"Despite the fact that women play a key role in agriculture, livestock and fishery activities worldwide, many of them have unequal access to land, financial services, education, training, extension services, markets, decision making processes and technology. Promoting women’s empowerment and gender equality is crucial to winning the Zero Hunger Challenge: if women were to have the same access to productive resources and investment and income opportunities as men, productivity and family income would increase significantly and nutrition and health would improve at the household level. Evidence also shows that increasing women’s access to education and improving their overall welfare can have a major impact on their own nutrition status and that of their children." (literally via UN Expo Milano 2015)



photographs by Gianni Berengo Gardin via and via and via and via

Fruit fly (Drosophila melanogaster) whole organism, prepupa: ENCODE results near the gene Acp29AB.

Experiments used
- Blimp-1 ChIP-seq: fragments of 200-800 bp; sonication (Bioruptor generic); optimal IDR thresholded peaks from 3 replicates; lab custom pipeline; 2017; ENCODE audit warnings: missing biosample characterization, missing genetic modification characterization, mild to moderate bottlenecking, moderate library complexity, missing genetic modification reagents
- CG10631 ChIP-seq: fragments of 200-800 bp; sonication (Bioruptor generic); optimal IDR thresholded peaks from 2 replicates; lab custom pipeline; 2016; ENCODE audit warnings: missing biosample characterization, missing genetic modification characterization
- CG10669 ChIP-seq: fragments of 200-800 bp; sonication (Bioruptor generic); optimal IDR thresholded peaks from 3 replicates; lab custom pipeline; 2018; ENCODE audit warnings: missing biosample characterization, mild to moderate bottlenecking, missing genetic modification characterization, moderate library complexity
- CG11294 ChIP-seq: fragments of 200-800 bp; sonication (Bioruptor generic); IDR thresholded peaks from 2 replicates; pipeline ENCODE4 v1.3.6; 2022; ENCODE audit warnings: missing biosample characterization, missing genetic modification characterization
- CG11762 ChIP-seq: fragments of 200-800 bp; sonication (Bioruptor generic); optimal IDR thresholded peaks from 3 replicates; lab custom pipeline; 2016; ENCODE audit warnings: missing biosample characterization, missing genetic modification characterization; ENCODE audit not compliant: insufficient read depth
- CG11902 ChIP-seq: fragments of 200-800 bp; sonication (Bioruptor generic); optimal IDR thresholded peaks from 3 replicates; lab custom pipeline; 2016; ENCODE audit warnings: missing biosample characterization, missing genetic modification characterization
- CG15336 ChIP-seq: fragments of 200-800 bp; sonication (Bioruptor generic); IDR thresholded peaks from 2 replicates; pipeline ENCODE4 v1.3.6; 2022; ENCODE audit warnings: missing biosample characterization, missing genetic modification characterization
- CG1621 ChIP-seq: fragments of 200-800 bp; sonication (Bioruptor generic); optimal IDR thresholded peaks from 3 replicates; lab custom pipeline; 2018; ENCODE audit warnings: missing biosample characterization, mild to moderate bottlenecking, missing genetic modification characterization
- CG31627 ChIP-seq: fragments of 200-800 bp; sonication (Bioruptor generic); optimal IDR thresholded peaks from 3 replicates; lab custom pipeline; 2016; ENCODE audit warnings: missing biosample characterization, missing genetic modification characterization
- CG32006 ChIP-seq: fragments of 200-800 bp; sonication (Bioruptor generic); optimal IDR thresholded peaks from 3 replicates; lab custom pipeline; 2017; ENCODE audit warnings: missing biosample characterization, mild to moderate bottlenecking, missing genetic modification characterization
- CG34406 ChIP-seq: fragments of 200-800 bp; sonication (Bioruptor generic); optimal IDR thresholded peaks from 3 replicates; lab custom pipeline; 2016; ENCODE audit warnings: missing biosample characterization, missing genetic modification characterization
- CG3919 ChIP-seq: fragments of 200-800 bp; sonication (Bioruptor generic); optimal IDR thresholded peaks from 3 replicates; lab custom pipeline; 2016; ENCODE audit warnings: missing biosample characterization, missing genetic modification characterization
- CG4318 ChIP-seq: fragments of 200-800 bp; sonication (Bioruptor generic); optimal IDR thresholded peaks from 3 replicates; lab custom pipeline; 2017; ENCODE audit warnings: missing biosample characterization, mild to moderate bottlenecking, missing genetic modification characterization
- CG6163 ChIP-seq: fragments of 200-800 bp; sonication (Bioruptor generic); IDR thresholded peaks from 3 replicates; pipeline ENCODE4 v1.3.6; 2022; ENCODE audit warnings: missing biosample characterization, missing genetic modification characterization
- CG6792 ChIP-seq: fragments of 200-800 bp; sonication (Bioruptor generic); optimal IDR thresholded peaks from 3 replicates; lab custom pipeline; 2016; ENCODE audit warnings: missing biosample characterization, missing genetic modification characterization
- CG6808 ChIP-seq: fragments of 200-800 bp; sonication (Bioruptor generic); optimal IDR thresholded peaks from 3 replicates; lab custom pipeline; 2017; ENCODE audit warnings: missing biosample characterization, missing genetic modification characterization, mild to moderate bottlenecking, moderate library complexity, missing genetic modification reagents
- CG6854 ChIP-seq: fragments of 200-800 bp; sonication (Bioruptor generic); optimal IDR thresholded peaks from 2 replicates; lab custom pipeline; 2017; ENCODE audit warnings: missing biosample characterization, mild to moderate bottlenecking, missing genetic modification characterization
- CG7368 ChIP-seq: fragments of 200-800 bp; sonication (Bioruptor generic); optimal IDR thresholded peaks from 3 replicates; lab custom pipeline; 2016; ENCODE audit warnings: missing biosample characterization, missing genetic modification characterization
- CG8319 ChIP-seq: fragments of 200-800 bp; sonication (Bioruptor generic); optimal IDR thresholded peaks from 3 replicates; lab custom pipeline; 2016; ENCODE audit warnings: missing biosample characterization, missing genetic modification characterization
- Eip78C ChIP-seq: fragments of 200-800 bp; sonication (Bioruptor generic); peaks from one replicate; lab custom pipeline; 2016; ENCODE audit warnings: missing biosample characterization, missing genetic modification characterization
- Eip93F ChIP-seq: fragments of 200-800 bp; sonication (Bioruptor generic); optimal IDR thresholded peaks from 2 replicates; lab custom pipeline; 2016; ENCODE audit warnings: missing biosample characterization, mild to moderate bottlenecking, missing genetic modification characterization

Wednesday, 5 August 2015

Maccabi Games 2015

“Where Jewish athletes were excluded from the Olympic Games in 1936, thousands will send a message for tolerance and openness and against antisemitism and racism this summer" (via).

The so-called "Jewish Olympics" took place from 27 July to 5 August in Berlin with more than 2.000 athletes from more than 36 countries competing in 19 sports. It was the first time that the European Maccabi Games were held in Germany. A great many stadiums where the games took place were originally built by Nazis for the Olympic Games in 1936 (via), games from which Jewish athletes had been excluded (via).

"Holding the Maccabi Games in Berlin is a very important sign. We will be able to highlight that Jewish life is part of German society and that Jews have not been chased away."
Leo Friedman



The Maccabiah Games are now held quadrennially; the first time they took place in Israel in 1932. They are open to Jewish athletes and Isreali athletes regardless of religion and organised in four divisions: Juniors, Open, Masters, and Disabled (via). The European Maccabi Games are also held every four years, two years after the Maccabiah.